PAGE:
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scheme grew when h < 0 and decayed when h > 0. All parasitic solutions of a strongly
stable method decay for su ciently small values of h as n increases, since there modulus
is less than unity when h = 0.
Example 5.6.4. Let us examine the stability of the Adams-Bashforth and AdamsMoulton methods as h ! 0. Recall (Sections 5.3 and 5.4) that the Adams' methods have
the form (5.1.2) with 0 = 1, 1 = ;1, and i = 0, i = 2 3 : : : k, i.e., yn = yn;1 + h k
i=0 i fn;i : The coe cient 0 = 0 for the (explicit) Adams-Bashforth methods and is nonzero for the
(implicit) Adams-Moulton methods.
Using the test equation (5.6.4) yn = yn;1 + h
Assuming that yn is proportional to n k
i=0 i yn;i: leads to (5.6.7) which, in this case, is ( );h ( )=0
( ) = k;1( ; 1) ( )= k
i=0 i k ;i : Thus, the roots of the rst characteristic polynomial ( ( ) = 0) are
1 =1 2 = 3 35 = ::: = k = 0: The parasitic roots i(0), i = 2 3 : : : k, are all zero for both the Adams-Bashforth and
Adams-Moulton methods thus, these methods are strongly stable.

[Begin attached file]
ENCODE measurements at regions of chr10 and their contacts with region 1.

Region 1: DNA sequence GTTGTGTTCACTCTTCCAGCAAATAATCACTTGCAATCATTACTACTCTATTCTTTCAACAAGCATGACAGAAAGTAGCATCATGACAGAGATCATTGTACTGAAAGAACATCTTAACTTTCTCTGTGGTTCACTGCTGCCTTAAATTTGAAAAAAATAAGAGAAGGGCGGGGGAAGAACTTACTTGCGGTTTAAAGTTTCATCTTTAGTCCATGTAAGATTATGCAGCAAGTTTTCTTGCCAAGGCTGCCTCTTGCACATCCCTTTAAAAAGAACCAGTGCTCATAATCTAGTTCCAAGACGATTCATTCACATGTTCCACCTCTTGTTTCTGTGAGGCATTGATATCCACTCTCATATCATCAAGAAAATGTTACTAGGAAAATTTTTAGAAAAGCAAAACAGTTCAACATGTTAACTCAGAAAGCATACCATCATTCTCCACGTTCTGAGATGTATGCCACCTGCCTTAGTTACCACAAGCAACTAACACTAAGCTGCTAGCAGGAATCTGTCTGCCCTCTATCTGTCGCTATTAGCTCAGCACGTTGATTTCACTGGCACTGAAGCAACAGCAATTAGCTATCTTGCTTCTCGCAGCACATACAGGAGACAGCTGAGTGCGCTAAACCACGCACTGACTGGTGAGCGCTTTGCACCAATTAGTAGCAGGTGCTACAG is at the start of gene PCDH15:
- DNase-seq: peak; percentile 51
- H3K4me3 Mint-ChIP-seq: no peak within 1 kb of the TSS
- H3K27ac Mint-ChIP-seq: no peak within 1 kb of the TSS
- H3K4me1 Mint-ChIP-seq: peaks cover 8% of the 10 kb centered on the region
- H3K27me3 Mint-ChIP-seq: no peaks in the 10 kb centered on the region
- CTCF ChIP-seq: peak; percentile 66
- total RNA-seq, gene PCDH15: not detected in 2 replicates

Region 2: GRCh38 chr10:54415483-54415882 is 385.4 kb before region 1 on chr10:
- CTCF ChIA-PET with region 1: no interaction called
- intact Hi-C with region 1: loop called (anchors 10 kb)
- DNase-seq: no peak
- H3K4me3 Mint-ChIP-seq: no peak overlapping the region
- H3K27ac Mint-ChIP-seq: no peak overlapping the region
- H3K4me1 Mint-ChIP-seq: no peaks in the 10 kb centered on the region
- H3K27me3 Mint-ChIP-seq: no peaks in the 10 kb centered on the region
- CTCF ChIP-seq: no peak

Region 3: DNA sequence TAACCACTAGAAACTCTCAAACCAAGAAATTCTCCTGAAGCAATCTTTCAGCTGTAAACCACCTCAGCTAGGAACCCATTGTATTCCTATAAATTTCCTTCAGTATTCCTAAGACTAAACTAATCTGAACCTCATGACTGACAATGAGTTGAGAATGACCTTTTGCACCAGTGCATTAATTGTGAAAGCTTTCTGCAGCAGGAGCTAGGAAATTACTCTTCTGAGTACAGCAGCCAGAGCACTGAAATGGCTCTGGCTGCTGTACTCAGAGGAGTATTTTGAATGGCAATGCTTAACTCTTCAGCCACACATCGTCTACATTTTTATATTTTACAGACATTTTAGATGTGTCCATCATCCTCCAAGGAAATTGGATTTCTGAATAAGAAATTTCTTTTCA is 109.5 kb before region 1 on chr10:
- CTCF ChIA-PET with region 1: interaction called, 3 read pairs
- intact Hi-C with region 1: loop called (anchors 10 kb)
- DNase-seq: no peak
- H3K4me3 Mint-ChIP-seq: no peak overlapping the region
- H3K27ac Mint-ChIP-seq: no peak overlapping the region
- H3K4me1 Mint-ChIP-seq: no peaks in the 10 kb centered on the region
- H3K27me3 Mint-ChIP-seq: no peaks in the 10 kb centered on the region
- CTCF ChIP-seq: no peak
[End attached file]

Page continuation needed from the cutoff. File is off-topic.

Computation is performed at nite values of h. The root condition and the notions
of strong and weak stability all involve reasoning in the limit of vanishingly small step
sizes. This shortcoming encourages us to further extend concepts of stability. De nition 5.6.10. A LMM is absolutely stable for those values of h where the roots
of (5.6.7a) satisfy j (h )j 1 when applied to the test problem (5.6.4).
De nition 5.6.11. A LMM is relatively stable for those values of h where the parasitic
roots of (5.6.7) are less in magnitude than the principal root. The boundary of the region of absolute stability of a LMM may be calculated by the
boundary locus method as described in Chapter 3 for one-step methods. Complex values
of having unit modulus are written in polar form
and (5.6.7a) is imposed. The boundary of the region of absolute stability follows by
2 0 ]:
h = (e i )
(e ) The regions of absolute stability of the Adams-Bashforth, Adams-Moulton, and backward di ere...
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